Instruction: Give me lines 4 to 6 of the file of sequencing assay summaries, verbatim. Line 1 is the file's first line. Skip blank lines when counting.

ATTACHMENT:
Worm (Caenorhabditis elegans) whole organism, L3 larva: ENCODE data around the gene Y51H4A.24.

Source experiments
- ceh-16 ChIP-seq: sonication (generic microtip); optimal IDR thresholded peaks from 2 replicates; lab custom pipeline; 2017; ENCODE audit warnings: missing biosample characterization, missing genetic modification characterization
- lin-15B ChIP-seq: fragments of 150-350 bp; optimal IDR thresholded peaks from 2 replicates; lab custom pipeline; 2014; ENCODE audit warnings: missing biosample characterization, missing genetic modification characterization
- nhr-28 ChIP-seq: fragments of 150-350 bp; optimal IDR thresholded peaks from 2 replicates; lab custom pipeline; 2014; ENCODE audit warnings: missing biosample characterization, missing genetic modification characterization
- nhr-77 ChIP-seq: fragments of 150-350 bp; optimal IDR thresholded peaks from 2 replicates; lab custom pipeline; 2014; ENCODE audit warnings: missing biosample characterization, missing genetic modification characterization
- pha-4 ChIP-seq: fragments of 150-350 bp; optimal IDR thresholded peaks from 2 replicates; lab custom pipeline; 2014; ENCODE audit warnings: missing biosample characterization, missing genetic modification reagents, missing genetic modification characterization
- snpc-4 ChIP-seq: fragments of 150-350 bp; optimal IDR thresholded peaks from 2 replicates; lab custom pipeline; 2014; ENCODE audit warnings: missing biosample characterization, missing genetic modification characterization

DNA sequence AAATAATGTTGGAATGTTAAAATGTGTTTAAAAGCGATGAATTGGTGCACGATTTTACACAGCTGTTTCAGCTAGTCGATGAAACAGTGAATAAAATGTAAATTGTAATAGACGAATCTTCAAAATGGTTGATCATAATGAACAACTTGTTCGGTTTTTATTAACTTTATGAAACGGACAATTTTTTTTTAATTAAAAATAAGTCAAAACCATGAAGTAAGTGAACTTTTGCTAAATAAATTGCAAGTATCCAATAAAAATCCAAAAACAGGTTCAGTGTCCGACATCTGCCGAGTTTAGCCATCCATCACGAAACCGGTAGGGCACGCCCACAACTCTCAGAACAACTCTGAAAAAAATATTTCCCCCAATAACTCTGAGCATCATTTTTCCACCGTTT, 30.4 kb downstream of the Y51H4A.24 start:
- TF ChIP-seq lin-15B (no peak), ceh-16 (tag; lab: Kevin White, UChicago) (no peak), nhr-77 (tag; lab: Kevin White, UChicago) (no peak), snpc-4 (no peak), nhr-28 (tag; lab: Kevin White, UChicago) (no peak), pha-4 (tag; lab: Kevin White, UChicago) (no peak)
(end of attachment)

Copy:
- lin-15B ChIP-seq: fragments of 150-350 bp; optimal IDR thresholded peaks from 2 replicates; lab custom pipeline; 2014; ENCODE audit warnings: missing biosample characterization, missing genetic modification characterization
- nhr-28 ChIP-seq: fragments of 150-350 bp; optimal IDR thresholded peaks from 2 replicates; lab custom pipeline; 2014; ENCODE audit warnings: missing biosample characterization, missing genetic modification characterization
- nhr-77 ChIP-seq: fragments of 150-350 bp; optimal IDR thresholded peaks from 2 replicates; lab custom pipeline; 2014; ENCODE audit warnings: missing biosample characterization, missing genetic modification characterization